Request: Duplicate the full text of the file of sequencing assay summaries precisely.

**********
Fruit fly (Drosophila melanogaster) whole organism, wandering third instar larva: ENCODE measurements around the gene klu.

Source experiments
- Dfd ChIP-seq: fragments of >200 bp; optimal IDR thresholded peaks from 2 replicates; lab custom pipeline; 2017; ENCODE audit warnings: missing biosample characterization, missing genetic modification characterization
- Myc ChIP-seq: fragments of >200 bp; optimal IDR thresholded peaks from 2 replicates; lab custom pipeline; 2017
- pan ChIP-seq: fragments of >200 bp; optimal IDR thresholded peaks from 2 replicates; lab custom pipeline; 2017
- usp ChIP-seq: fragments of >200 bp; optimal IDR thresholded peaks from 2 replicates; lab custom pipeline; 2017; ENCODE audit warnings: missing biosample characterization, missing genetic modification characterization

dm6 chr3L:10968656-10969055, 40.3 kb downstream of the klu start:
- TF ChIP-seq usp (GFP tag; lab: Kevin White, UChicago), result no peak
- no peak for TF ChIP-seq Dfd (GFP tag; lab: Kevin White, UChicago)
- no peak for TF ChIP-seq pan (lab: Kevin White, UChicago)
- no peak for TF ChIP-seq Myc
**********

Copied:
Fruit fly (Drosophila melanogaster) whole organism, wandering third instar larva: ENCODE measurements around the gene klu.

Source experiments
- Dfd ChIP-seq: fragments of >200 bp; optimal IDR thresholded peaks from 2 replicates; lab custom pipeline; 2017; ENCODE audit warnings: missing biosample characterization, missing genetic modification characterization
- Myc ChIP-seq: fragments of >200 bp; optimal IDR thresholded peaks from 2 replicates; lab custom pipeline; 2017
- pan ChIP-seq: fragments of >200 bp; optimal IDR thresholded peaks from 2 replicates; lab custom pipeline; 2017
- usp ChIP-seq: fragments of >200 bp; optimal IDR thresholded peaks from 2 replicates; lab custom pipeline; 2017; ENCODE audit warnings: missing biosample characterization, missing genetic modification characterization

dm6 chr3L:10968656-10969055, 40.3 kb downstream of the klu start:
- TF ChIP-seq usp (GFP tag; lab: Kevin White, UChicago), result no peak
- no peak for TF ChIP-seq Dfd (GFP tag; lab: Kevin White, UChicago)
- no peak for TF ChIP-seq pan (lab: Kevin White, UChicago)
- no peak for TF ChIP-seq Myc